26. 26.

    Chen X, Zhi X, Cao L, Weng W, Pan P, Hu H, et al. Matrine derivate MASM uncovers a novel function for ribosomal protein S5 in osteoclastogenesis and postmenopausal osteoporosis. Cell Death Dis. 2017;8(9):e3037.

  27. 27.

    Li J, Xu J, Lu Y, Qiu L, Xu W, Lu B, et al. MASM, a Matrine Derivative, Offers Radioprotection by Modulating Lethal Total-Body Irradiation-Induced Multiple Signaling Pathways in Wistar Rats. Molecules. 2016;21(5):649. https://doi.org/10.3390/molecules21050649

  28. 28.

    Xu J, Wang KQ, Xu WH, Li YH, Qi Y, Wu HY, et al. The Matrine derivate MASM prolongs survival, attenuates inflammation, and reduces organ injury in murine established lethal sepsis. J Infect Dis. 2016;214(11):1762–72.

  29. 29.

    Elmore S. Apoptosis: a review of programmed cell death. Toxicol Pathol. 2007;35(4):495–516.

  30. 30.

    Kaufmann SH, Desnoyers S, Ottaviano Y, Davidson NE, Poirier GG. Specific proteolytic cleavage of poly (ADP-ribose) polymerase: an early marker of chemotherapy-induced apoptosis. Cancer Res. 1993;53(17):3976–85.

  31. 31.

    Mizushima N, Yoshimori T. How to interpret LC3 immunoblotting. Autophagy. 2007;3(6):542–5.

  32. 32.

    Tanida I, Minematsu-Ikeguchi N, Ueno T, Kominami E. Lysosomal turnover, but not a cellular level, of endogenous LC3 is a marker for autophagy. Autophagy. 2005;1(2):84–91.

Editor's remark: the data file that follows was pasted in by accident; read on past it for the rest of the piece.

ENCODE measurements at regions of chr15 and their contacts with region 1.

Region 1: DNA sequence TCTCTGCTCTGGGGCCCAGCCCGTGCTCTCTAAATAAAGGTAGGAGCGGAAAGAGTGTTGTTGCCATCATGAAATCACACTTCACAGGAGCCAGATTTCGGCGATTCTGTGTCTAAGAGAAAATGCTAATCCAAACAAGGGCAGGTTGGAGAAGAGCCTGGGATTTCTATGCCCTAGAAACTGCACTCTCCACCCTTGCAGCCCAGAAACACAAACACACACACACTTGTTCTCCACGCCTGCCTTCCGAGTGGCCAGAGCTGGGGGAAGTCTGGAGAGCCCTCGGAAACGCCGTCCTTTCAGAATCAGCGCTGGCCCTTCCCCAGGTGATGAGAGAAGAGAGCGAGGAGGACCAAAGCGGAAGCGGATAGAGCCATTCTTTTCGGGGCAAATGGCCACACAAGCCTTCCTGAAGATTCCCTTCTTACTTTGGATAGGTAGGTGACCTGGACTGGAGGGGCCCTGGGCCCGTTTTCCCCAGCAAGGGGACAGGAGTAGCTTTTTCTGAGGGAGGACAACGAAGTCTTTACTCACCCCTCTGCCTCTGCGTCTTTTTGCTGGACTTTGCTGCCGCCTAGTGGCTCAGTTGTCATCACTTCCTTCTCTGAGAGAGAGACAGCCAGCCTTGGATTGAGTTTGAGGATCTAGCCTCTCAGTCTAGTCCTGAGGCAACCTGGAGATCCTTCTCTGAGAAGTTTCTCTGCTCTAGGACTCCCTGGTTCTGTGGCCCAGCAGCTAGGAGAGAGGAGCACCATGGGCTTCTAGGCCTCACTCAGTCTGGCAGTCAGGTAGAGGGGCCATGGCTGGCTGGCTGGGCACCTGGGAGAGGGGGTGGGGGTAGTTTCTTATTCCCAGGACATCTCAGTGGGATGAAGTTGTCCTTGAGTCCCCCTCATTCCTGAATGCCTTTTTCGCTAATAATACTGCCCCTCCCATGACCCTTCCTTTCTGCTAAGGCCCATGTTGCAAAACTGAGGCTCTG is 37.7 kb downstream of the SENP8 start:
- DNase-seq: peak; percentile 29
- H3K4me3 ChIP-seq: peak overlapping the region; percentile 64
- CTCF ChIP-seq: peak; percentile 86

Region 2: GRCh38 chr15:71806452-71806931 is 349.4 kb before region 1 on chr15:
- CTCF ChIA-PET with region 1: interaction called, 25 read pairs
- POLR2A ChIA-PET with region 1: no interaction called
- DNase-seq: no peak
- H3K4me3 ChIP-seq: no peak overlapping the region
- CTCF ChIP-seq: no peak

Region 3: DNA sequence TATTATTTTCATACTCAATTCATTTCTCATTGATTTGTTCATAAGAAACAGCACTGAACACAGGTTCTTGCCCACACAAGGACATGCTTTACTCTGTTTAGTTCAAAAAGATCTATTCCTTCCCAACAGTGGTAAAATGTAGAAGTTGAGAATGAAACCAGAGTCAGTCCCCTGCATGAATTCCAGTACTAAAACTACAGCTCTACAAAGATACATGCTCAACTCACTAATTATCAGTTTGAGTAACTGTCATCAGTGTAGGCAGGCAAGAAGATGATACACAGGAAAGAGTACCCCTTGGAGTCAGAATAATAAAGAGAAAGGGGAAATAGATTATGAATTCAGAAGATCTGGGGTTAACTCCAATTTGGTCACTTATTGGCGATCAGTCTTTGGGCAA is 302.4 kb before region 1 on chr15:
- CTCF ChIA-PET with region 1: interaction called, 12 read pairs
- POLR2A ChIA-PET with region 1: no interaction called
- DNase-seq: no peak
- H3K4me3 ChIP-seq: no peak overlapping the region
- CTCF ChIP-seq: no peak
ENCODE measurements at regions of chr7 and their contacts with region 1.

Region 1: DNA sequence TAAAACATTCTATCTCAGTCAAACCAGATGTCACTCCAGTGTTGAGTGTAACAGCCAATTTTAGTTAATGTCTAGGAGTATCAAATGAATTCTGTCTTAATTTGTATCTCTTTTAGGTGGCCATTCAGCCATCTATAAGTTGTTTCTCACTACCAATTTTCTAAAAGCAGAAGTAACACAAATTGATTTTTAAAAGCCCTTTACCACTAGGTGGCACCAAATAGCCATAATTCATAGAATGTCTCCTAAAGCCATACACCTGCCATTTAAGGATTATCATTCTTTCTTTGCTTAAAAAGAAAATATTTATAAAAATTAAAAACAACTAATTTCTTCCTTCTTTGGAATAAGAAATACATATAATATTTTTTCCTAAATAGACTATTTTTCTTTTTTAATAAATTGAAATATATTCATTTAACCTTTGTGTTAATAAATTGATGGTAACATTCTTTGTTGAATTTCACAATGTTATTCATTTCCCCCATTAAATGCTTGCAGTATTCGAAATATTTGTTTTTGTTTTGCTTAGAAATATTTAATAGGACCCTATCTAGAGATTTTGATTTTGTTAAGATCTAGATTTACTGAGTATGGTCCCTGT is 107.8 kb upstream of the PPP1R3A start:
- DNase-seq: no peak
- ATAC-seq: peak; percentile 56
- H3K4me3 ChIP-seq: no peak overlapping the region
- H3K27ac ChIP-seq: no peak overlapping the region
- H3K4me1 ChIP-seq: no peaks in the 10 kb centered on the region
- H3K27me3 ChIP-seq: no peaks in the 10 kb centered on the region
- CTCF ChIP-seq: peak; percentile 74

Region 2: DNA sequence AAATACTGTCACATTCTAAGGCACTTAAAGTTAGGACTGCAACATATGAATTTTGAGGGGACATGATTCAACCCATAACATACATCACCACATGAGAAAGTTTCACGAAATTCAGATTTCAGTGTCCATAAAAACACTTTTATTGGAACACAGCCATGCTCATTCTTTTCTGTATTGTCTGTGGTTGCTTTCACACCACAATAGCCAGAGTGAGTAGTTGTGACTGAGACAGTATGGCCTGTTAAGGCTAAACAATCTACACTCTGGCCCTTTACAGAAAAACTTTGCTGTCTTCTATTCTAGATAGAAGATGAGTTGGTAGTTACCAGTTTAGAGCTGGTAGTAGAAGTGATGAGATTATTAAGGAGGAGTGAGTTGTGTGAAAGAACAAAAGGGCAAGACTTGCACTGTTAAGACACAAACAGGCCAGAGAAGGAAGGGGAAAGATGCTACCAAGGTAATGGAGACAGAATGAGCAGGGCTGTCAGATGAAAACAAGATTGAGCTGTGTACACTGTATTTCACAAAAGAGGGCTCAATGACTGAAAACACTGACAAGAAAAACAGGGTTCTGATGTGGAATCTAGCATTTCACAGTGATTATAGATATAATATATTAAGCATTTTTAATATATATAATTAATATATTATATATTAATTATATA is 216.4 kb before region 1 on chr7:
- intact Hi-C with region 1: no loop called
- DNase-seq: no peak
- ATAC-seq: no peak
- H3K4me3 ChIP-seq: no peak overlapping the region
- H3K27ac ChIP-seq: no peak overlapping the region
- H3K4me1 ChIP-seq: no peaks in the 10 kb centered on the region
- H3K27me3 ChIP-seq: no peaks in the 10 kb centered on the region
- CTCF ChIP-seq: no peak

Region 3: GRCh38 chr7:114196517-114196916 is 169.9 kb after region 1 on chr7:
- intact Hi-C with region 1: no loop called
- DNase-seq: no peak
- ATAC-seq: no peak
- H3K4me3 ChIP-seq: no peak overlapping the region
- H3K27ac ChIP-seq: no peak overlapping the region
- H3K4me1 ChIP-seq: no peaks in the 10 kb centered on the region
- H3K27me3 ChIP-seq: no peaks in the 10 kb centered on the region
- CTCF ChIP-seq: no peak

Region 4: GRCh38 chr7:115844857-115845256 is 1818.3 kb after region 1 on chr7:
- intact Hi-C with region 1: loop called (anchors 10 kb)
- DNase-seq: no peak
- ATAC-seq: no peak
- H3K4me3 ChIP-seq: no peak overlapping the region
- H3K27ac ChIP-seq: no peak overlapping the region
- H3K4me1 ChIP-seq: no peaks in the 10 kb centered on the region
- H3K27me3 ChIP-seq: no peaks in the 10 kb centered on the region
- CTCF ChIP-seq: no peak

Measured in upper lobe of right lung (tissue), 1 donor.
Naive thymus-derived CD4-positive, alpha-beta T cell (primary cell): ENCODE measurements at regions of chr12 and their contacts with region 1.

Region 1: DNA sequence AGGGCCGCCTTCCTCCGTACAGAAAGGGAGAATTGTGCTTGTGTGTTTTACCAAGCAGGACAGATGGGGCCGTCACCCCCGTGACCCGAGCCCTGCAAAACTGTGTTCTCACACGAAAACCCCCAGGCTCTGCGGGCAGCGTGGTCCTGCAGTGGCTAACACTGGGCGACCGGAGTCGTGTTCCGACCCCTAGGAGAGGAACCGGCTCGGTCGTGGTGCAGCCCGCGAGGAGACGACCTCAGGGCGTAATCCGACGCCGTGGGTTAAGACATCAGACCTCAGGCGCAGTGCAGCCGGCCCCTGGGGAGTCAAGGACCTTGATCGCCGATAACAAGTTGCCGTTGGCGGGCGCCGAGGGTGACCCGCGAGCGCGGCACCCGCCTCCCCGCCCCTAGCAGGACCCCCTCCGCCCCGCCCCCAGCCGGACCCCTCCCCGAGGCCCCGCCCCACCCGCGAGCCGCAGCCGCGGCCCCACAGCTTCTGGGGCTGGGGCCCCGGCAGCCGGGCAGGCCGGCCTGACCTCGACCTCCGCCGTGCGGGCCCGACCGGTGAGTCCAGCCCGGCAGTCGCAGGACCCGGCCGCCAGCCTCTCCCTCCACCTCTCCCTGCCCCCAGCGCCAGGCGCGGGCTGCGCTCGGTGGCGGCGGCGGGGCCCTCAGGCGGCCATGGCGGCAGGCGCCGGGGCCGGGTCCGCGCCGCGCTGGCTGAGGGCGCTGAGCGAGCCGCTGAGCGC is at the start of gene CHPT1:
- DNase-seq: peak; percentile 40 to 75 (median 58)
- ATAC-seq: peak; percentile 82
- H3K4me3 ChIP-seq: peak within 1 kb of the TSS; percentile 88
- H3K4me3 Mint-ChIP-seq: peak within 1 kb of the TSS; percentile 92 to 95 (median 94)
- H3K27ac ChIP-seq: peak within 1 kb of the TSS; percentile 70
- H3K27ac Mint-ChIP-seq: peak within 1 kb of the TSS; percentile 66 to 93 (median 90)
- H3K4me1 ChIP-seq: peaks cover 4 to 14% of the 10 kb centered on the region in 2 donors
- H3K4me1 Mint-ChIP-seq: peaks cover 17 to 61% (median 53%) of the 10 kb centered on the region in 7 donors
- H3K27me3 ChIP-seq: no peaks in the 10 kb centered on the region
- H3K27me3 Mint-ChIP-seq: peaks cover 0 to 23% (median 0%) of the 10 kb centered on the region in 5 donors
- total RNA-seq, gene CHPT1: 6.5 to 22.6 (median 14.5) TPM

33. 33.

    Shingu T, Fujiwara K, Bogler O, Akiyama Y, Moritake K, Shinojima N, et al. Inhibition of autophagy at a late stage enhances imatinib-induced cytotoxicity in human malignant glioma cells. Int J Cancer. 2009;124(5):1060–71.

  34. 34.

    Cook KL, Warri A, Soto-Pantoja DR, Clarke PA, Cruz MI, Zwart A, et al. Hydroxychloroquine inhibits autophagy to potentiate antiestrogen responsiveness in ER+ breast cancer. Clin Cancer Res. 2014;20(12):3222–32.

  35. 35.

    Yu X, Long YC, Shen HM. Differential regulatory functions of three classes of phosphatidylinositol and phosphoinositide 3-kinases in autophagy. Autophagy. 2015;11(10):1711–28.

  36. 36.

    Degtyarev M, De Maziere A, Orr C, Lin J, Lee BB, Tien JY, et al. Akt inhibition promotes autophagy and sensitizes PTEN-null tumors to lysosomotropic agents. J Cell Biol. 2008;183(1):101–16.

  37. 37.

    Sridharan S, Jain K, Basu A. Regulation of autophagy by kinases. Cancers (Basel). 2011;3(2):2630–54.

  38. 38.

    Cagnol S, Chambard JC. ERK and cell death: mechanisms of ERK-induced cell death--apoptosis, autophagy and senescence. FEBS J. 2010;277(1):2–21.

  39. 39.

    Corcelle E, Djerbi N, Mari M, Nebout M, Fiorini C, Fenichel P, et al. Control of the autophagy maturation step by the MAPK ERK and p38: lessons from environmental carcinogens. Autophagy. 2007;3(1):57–9.

  40. 40.

    Klionsky DJ, Abdelmohsen K, Abe A, Abedin MJ, Abeliovich H, Acevedo Arozena A, et al. Guidelines for the use and interpretation of assays for monitoring autophagy (3rd edition). Autophagy. 2016;12(1):1–222.

  41. 41.

    Jaber N, Zong WX. Class III PI3K Vps34: essential roles in autophagy, endocytosis, and heart and liver function. Ann N Y Acad Sci. 2013;1280:48–51.